"Oh, no!" thinks Wondermom, "full failure of giggle suppression systems!"
The laughs are coming! She is powerless to stop them!
Can Wondermom regain her composure?
Will flashbacks reduce her to teary-eyed laughter?
Find out next time on --
Misadventures of Wondermom!
Monday, February 16, 2009
After a fantastically wonderful Valentine's weekend with the perfect balance of family time and alone time, it was tough to send him off to work last night at 10 p.m. Needless to say, I am a tired shell of my usual self -- on a day the children have off from school!
If I were a good mother, I would have "presidential" things planned. We would be coloring free activity pages about George Washington and Abraham Lincoln. We would have left at dawn to reach the Abraham Lincoln Presidential Library and Museum in Springfield for a day of presidentially-focused fun. We would be feasting on cherries from morning till night.
We breakfasted in hushed tones and the children are playing in their basement playroom to keep from waking Daddy. In a half hour, we'll probably walk a mile or so to the local AMBUCS playground so that they can be loud and crazy. So they can be kids.
The one thing this turn at third shift is helping me to realize is that there are way too many people working in the middle of the night in this country.
I mean, really. Why? Are they doing something so very essential that no one could live without it being done in the middle of the night?!?? I think about the businesses here in town that are open all night (and the people working in them) and I cannot fathom why it is necessary.
The American workweek has been expanded beyond the point of reason. Not only do many wage earners work Saturdays and Sundays, others have to carry around the infernal Blackberry -- essentially tethering themselves to the MotherShip of Work even in their off-hours.
What would change if we were to reinstate some limits on the American Workweek?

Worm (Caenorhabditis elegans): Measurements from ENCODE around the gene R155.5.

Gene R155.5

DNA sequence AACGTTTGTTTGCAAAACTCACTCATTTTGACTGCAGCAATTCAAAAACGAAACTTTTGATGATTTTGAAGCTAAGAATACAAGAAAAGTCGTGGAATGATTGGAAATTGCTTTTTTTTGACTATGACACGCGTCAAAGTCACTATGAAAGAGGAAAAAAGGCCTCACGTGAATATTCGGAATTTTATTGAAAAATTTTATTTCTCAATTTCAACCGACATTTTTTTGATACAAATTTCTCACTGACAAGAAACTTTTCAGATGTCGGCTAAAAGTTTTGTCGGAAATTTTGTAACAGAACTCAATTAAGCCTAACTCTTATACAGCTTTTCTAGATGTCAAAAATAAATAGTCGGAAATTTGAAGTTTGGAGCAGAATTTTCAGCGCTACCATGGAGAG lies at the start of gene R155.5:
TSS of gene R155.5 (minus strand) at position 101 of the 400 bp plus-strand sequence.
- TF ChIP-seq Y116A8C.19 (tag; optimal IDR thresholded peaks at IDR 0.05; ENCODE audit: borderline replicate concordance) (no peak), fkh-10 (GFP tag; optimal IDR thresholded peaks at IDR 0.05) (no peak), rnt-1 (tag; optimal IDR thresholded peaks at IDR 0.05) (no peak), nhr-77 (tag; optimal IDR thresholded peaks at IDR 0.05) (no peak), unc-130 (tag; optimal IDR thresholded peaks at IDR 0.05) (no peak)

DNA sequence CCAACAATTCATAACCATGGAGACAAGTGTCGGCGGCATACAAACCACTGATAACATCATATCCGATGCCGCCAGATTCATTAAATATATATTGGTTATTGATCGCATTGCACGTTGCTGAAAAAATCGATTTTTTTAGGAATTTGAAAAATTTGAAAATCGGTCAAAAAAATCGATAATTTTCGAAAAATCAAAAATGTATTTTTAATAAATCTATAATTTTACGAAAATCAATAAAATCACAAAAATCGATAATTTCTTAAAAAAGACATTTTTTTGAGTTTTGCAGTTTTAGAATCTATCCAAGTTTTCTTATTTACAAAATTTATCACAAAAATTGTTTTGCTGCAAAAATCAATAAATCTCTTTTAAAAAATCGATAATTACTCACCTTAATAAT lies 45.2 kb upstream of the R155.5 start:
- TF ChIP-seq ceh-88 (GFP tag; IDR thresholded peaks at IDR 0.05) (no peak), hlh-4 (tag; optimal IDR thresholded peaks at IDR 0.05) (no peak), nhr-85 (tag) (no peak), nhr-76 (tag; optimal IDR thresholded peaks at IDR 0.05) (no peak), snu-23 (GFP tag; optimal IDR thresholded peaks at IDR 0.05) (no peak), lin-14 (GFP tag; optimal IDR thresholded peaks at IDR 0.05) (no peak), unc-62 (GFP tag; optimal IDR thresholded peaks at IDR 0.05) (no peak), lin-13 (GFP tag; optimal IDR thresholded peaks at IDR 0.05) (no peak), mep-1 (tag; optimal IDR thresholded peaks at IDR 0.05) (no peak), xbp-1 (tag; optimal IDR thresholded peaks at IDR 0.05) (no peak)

- More Americans would get a good night's sleep. There would be less road rage as a result and probably less abuse of all kinds. There would be more smiling for no reason. Overall, a positive change.
- The only people not getting more sleep would be emergency workers, the people who make donuts, and one drug store in each town (parent's have to be able to pick up their late-night baby Tylenol ration somehow!) Another exception would be cat burglars and arsonists, but police- and firemen would remain on night duty, too (with plenty of donuts). So, problem solved.
- Families could get used to being around each other again. When I think about how many people in this country are doing what we're doing this week, kissing goodbye at 10pm, it makes me sad. How much stronger could marriages be if Moms and Dads actually slept the same hours? How much happier would kids be if everyone had the energy to play when they do?
- Think about the energy saved if businesses were not running their lights and machinery and heat and air conditioning all night long. Lots.
- There would be a dramatic increase in the quality of youth sports, because the majority of the population would have Saturday off. The exceptions to the Saturday off rule would have to be donut shops (again), restaurants, bowling alleys, grocery stores, museums, and roller rinks.
-We could reserve Sunday as a day for picnics and long walks. Only balloon stands, zoos, ice cream shops, parks, (and of course churches) need to remain open. If there's ice cream, we don't need donuts.
- Truckers who prefer to drive at night wouldn't have to worry about snoozing third-shifters making their way home. On the other hand, more people would be available to go to bars or stay late at Aunt Mildred's for the semi-annual Euchre tournament... So that one's a wash.
- An entire industry could be spawned making signs that say CLOSED. How's that for economic stimulus?